- General Services Administration chief Emily Murphy told President-elect Joe Biden the Trump administration is making federal resources available for his transition into office.
- The letter from Murphy, who had withheld her decision on ascertaining Biden's electoral victory for weeks after the Nov. 3 election, was revealed minutes before President Trump tweeted that he approved of the move.
- The letter marks one of the first clear indications of the Trump administration acknowledging defeat in the 2020 election. But Trump still refuses to explicitly concede the race to Biden.
After near three weeks of delay, General Services Administration chief Emily Murphy told President-elect Joe Biden the Trump administration is making federal resources available for his transition into office.
The letter from Murphy — the Trump administration's clearest acknowledgment of defeat in the Nov. 3 election — was revealed Monday minutes before President Donald Trump tweeted that he approved the move. But Trump has still refused to explicitly concede the race to Biden, who is projected to win 306 Electoral College votes to Trump's 232.
Trump has falsely asserted that he won the election "by a lot," and has promoted a variety of conspiracies that allege widespread electoral fraud without evidence.
Lawyers for the Trump campaign, including former New York Mayor Rudy Giuliani, have lodged lawsuits in many of the key swing states that helped put Biden over the top in the election. Most of them, which in some cases have asked judges to block states from certifying their final vote tallies, have been rejected.
Murphy's letter followed the latest series of setbacks in Trump's efforts to overturn the projected outcome of the election, including another court loss in Pennsylvania and the certification of the vote totals in Georgia and Michigan.
Murphy said in her letter to Biden that her decision frees up more than $7 million in federal funding for his transition. Biden's team was already fundraising in the wake of Election Day and had been on track to achieve its fundraising goals.
"Today's decision is a needed step to begin tackling the challenges facing our nation, including getting the pandemic under control and our economy back on track," the Biden transition team said in a statement.
"This final decision is a definitive administrative action to formally begin the transition process with federal agencies."
Under federal law, the head of the GSA held the power to free up millions of dollars that are allocated toward presidential transition spending. After withholding those funds for weeks despite news outlets projecting Biden's victory, the low-profile agency was thrust into the spotlight.
Murphy had become the target of intense criticism and pressure from the public and lawmakers alike, who insisted that she immediately make the ascertainment of Biden's win and allow his team to make use of the funds. House Democratic committee leaders last week demanded that Murphy brief them personally on the funding hold up.
In the letter to Biden, Murphy strongly defended her actions and pushed back on her critics, who in some instances accused her of acting with political motivations.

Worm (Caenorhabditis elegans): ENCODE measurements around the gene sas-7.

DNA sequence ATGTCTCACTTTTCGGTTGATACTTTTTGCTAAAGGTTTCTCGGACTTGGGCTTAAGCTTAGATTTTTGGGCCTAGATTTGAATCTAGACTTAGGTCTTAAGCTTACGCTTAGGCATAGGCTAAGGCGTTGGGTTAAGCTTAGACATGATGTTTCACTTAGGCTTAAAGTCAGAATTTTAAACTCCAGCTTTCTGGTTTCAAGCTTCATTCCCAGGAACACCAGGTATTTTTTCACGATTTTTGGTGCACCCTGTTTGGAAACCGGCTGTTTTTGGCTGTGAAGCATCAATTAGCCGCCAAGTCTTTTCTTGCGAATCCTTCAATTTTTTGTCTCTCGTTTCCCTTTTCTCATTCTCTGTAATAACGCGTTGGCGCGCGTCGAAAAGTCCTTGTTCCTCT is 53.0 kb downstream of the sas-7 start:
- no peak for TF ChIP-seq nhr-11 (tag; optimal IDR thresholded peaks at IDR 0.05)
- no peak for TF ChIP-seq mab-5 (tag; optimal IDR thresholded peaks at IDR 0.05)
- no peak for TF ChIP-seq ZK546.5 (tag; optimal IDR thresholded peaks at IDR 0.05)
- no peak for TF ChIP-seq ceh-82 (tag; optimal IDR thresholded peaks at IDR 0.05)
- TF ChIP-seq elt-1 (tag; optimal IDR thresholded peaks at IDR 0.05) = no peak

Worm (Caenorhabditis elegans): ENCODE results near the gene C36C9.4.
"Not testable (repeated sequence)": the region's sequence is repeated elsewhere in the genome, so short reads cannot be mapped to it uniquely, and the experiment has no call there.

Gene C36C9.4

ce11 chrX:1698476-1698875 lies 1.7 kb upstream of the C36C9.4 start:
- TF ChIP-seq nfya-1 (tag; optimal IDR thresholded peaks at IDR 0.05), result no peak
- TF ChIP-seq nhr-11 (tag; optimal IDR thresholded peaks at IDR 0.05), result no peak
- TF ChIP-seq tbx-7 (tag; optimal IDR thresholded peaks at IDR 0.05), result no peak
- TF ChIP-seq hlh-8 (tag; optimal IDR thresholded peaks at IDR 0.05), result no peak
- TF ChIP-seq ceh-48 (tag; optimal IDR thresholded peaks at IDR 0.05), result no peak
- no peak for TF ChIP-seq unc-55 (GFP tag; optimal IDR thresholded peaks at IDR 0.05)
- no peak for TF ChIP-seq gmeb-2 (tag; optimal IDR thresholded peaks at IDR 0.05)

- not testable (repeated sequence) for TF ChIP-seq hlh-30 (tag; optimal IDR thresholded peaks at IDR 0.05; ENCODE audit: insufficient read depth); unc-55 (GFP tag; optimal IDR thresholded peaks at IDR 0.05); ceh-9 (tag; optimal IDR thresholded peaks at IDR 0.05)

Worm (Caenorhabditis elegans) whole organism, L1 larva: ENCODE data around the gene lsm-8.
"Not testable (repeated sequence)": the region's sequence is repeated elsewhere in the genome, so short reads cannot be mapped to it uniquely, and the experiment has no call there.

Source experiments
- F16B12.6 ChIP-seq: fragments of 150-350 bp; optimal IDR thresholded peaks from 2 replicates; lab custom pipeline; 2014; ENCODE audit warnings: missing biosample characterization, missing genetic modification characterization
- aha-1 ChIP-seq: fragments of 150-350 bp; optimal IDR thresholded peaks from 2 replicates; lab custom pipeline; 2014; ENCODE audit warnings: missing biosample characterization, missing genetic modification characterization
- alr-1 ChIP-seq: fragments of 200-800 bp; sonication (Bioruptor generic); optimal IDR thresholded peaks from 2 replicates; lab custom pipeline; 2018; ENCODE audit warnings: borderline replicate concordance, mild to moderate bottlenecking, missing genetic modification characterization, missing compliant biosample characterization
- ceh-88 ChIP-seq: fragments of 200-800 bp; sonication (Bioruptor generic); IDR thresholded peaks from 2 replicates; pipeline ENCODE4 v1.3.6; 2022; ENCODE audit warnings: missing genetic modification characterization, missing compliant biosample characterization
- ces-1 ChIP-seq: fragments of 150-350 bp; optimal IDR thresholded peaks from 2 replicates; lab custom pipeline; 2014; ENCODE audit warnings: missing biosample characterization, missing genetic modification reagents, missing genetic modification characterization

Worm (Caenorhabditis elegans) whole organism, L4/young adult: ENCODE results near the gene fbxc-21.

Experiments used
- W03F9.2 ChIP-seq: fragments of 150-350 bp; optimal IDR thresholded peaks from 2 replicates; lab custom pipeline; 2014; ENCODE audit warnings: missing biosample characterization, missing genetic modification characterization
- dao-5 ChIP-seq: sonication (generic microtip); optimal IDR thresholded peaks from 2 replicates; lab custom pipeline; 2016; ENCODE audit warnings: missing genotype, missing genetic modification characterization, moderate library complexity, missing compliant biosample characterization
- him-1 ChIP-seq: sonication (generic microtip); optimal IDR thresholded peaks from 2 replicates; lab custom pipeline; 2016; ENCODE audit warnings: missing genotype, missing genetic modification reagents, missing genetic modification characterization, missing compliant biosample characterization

"I have dedicated much of my adult life to public service, and I have always strived to do what is right. Please know that I came to my decision independently, based on the law and available facts. I was never directly or indirectly pressured by any Executive Branch official — including those who work at the White House or GSA — with regard to the substance or timing of my decision," Murphy wrote.
"To be clear, I did not receive any direction to delay my determination. I did, however, receive threats online, by phone, and by mail directed at my safety, my family, my staff, and even my pets in an effort to coerce me into making this determination prematurely. Even in the face of thousands of threats, I always remained committed to upholding the law," Murphy wrote.
"Contrary to media reports and insinuations, my decision was not made out of fear or favoritism," she added. "Instead, I strongly believe that the statute requires that the GSA Administrator ascertain, not impose, the apparent president-elect. Unfortunately, the statute provides no procedures or standards for this process, so I looked to precedent from prior elections involving legal challenges and incomplete counts."
Trump, in a pair of tweets following the release of the letter, thanked Murphy by name "for her steadfast dedication and loyalty to our Country."
"She has been harassed, threatened, and abused – and I do not want to see this happen to her, her family, or employees of GSA," the president tweeted.
Trump maintained that his legal efforts continue "STRONGLY," adding, "I believe we will prevail!"
But he added: "Nevertheless, in the best interest of our Country, I am recommending that Emily and her team do what needs to be done with regard to initial protocols, and have told my team to do the same."
Biden's team has been preparing for the White House throughout the post-election period, despite the lack of federal funding. The transition has already unveiled some of the key officials who will populate Biden's Cabinet, including the announcement earlier Monday that he has chosen former Federal Reserve Chair Janet Yellen to be Treasury secretary.
CNN first reported the GSA letter to the president-elect.
Read Murphy's letter to Biden: